My mother’s lusterware teapot is on eBay. I haven’t decided yet what to do with my grandmother’s pitcher and basin and other pieces of a boudoir set. I am giving a set of my mother’s dinnerware to my daughter.

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Clothing

For some reason, I kept some not very interesting or particularly good clothing that belonged to my mother, as well as several bridesmaid dresses from my wedding and my sisters’ weddings. I also had some old baby clothes. One piece has a German label in it, which means it probably belonged to my father, so it would be more than 95 years old.

I may look for a collector for the baby clothes. All the other clothing went to charity.

Camera equipment

My husband stored all his darkroom equipment (he hasn’t had his own darkroom in years) as well as a strobe meter and some other photography apparatus.

He is looking for a student who shoots film, not digital, who might want the equipment.

Old suitcases

We had large suitcases from the years when we traveled for several weeks at a time. We donated all of them to charity.

Books

I have a couple of degrees in English. We stored cartons and cartons of books, from a combined six years of college and graduate school, as well as some books from my parents. (I’m not sure how we managed to bring so many heavy boxes to the storage facility.)

And—ta da—I found my high school yearbook! A little late for the reunion but I can now look up classmates I have recently become reacquainted with.

All the books—except my yearbooks and diplomas—went to charity. Once I made that decision, in the storage room, we put the books in the car and drove directly to the thrift store, no stopping at home to second-guess myself. I’m very proud of that but, of course, this was an easier decision than most because the books are replaceable; I can always buy another copy of a book or get it from the library.

So, the purging continues. I will keep you posted about my progress.

As we celebrate Grandparents Day tomorrow, may we honor our grandparents by the values they lived rather than by the stuff they left behind.

Linda Hetzer is an editor and author of books on home designcrafts, and food, and coauthor of Moving On: A Practical Guide to Downsizing the Family Home

Caregivers Extraordinaire

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Along with the dilemma of what to do with all the stuff that we accumulate in life comes the dilemma of what to do with a life itself, with a person who has aged and lost the ability to take care of him or her self. Although this is not a topic we usually write about, I would like to share the stories of three of the best writers writing today who have tackled the subject, each in a personal and poignant way.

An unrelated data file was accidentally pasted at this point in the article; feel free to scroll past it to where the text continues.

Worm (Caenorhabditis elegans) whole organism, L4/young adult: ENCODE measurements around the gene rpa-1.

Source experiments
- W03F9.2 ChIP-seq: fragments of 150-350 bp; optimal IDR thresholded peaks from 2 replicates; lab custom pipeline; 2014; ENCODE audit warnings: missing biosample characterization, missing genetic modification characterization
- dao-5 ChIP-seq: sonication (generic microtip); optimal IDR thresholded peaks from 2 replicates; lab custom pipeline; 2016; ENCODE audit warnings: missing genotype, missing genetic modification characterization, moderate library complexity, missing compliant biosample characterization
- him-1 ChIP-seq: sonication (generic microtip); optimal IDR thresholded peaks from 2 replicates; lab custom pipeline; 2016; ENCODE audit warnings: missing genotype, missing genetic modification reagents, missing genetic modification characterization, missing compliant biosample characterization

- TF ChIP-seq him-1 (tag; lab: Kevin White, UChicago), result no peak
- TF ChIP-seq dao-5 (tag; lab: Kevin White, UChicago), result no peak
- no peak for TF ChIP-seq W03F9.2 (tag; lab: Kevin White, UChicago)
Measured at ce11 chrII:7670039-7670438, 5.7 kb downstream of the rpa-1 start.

Susan Allen Toth describes what it’s like to be in the trenches every hour of every day caring for her husband. With grace and humor, Scott Simon shows us how to just be there for a dear loved one, for him his beloved mother, in the last days of her life. Roz Chast uses her laugh-out-loud funny and, at the same time, devastatingly real cartoons to depict the old-age roller coaster ride of her parents.

No Saints Around Here: A Caregiver’s Days by Susan Allen Toth

As her husband’s Parkinson’s disease and eventual dementia take control over his body and mind, Susan Allen Toth is determined to care for him at home. This book, based on the journal she kept during the last 18 months of his life, is often painful in its details, frightening in her feelings of loneliness and isolation (although she did hire many aides), and compelling and poignant and sometimes funny in its story. It is written with unstinting love and brutal honesty. Toth made me laugh with her wit, disturbed me her details, and frightened me with her forthrightness – sometimes all on the same page.

Toth captures the uncertainty of the job of a caregiver: “I feel as though I am about to fall off my balance beam. I picture every caregiver on one, usually performing with an outward calm, like a confident acrobat, but concealing an inner terror: “What in the world will I do now?” For many of us, this must require both courage and faith, because I am often dizzy and close to gasping as I edge my way forward. The balance beam hangs in an enveloping haze.”

The author may have meant to be ironic with her title, but many readers feel that, to the contrary, Toth is as close to a saint as there is today.